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The Simpsons Folder : Production : Worker & Parasite Explained



Here’s an article from the NY Times, which delves somewhat into the world of the 50’s in Czecheslovakia, which was parodied so brilliantly by “Worker & Parasite”:

March 6, 2004 SATURDAY PROFILE 50 Years of Burrowing Gently Into Czech Culture By IAN FISHER


PRAGUE — In America, anvils were falling. A coyote strapped on Acme rocket skates. A slobbering duck kept getting his beak blasted off and, sadly for him, it may actually have been wabbit season. It was quieter here in 1954, when a frustrated Czech animator went for an evening walk in the woods searching for his own blockbuster of a cartoon character.

“It was already dark,” the animator, Zdenek Miler, now 83, remembers. “It was kind of hard to see. I tripped over something and I fell. I turned around to see what I fell on. It was a mole’s burrow. I said, ‘Here’s a good idea.’ ”

It took three months of artistic tweaking to turn the real animal’s blind face into Krtek, or Little Mole. Over nearly five decades, Krtek starred in 62 short animated films for children that thrived despite the complete absence of exploding cigars. Krtek outsells Disney here, his anatomically incorrect eyes poking out from book bags, puzzles and pillow cases everywhere.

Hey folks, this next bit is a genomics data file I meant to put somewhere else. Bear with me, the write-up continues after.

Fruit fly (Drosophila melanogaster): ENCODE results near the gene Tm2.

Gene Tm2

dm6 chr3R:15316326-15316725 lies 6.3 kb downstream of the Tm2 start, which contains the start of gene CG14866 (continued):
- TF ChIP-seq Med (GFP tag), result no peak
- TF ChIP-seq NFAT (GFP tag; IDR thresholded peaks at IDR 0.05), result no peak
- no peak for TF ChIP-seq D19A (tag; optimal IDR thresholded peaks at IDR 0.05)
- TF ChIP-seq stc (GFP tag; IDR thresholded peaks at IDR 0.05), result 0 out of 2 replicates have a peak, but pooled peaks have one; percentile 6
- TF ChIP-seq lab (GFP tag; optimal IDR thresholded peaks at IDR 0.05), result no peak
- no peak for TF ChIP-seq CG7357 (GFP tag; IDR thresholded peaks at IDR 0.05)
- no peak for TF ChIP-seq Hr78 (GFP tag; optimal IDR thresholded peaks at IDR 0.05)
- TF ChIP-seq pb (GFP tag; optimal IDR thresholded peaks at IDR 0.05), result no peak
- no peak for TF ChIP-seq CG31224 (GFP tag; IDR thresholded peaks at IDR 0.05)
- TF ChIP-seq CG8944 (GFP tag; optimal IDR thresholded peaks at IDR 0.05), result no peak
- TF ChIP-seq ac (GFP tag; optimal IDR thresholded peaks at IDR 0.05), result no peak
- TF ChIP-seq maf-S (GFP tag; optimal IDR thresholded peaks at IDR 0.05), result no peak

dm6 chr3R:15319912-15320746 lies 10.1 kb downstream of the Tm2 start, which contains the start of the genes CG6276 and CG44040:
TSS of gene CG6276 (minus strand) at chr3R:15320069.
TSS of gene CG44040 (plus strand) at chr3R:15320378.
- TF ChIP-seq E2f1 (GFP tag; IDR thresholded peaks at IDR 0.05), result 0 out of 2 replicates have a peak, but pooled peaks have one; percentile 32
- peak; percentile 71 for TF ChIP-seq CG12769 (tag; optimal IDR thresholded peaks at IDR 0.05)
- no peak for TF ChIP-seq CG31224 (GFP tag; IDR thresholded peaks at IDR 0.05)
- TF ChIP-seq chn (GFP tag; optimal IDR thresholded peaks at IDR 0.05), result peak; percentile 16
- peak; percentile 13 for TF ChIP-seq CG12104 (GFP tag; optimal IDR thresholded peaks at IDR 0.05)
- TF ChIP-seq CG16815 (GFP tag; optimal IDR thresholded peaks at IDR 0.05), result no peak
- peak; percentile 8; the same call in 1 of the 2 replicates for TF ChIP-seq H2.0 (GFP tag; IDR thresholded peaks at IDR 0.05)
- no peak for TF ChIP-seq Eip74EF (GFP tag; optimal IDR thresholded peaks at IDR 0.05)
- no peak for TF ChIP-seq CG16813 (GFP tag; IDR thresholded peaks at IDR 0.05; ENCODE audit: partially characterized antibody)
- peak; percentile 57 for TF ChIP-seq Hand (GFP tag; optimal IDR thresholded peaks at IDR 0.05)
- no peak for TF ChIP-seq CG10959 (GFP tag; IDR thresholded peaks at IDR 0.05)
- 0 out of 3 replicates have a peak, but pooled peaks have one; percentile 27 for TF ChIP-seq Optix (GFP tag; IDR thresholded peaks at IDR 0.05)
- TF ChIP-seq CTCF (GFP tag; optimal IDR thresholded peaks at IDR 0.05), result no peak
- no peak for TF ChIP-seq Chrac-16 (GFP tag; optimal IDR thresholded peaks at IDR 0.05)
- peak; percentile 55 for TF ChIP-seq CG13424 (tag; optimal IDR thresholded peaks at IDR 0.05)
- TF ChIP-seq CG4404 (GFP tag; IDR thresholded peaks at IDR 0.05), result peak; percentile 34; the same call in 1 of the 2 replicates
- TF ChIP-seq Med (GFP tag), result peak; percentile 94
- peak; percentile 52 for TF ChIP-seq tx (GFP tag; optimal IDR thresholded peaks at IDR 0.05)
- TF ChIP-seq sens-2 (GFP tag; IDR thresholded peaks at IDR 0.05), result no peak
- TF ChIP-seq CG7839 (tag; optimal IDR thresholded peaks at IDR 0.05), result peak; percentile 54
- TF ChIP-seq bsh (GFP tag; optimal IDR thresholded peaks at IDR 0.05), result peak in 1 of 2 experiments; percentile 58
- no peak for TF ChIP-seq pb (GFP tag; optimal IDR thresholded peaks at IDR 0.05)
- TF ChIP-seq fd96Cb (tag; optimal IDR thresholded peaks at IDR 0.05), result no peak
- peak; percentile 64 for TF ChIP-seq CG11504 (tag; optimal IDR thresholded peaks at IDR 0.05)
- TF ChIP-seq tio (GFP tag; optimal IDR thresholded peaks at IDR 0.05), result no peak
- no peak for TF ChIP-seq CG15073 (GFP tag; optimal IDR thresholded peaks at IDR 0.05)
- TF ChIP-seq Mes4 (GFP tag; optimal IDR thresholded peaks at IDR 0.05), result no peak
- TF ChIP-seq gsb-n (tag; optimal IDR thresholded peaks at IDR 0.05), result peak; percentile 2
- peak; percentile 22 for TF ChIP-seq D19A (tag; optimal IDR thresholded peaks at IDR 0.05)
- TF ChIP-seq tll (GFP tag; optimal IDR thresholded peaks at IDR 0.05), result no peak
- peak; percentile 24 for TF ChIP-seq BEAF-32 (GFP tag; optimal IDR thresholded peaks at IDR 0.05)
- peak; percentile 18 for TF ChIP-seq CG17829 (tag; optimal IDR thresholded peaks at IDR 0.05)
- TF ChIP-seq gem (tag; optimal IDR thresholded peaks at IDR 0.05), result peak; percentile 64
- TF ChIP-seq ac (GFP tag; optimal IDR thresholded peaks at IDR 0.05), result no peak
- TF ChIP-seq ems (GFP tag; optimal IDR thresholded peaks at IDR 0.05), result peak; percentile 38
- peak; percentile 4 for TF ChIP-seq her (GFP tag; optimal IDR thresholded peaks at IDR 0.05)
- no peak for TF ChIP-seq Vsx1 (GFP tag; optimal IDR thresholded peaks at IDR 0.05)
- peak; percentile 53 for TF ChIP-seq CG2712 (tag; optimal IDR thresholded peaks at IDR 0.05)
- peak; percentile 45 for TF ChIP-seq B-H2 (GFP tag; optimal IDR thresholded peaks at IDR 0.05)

He is shown around the world, and is especially popular in Germany and Japan. (A 20-something Iraqi recently turned to goo when he spotted a foreigner in Baghdad wearing a Krtek T-shirt).

But Krtek never caught on in the United States. Ask why of Mr. Miler (pronounced miller), or his colleagues in the renowned world of Czech animation, and they say Krtek may be just too slow for the frantic land of the Cartoon Network. Krtek films are, in fact, slow, but also lyrical and so hypnotically distinct that they can feel less like watching movies than climbing into another human’s head. That would be Mr. Miler’s.

“It’s an alternate universe, like all of the best animated stuff is,” Michael Medved, the film critic, who has tried for years to stoke a Krtek following in America, said in a telephone interview. “But it’s an alternate universe that feels astonishingly refreshing and kind.”

Mr. Medved added, “I have always considered Miler to be perhaps the greatest living animator.”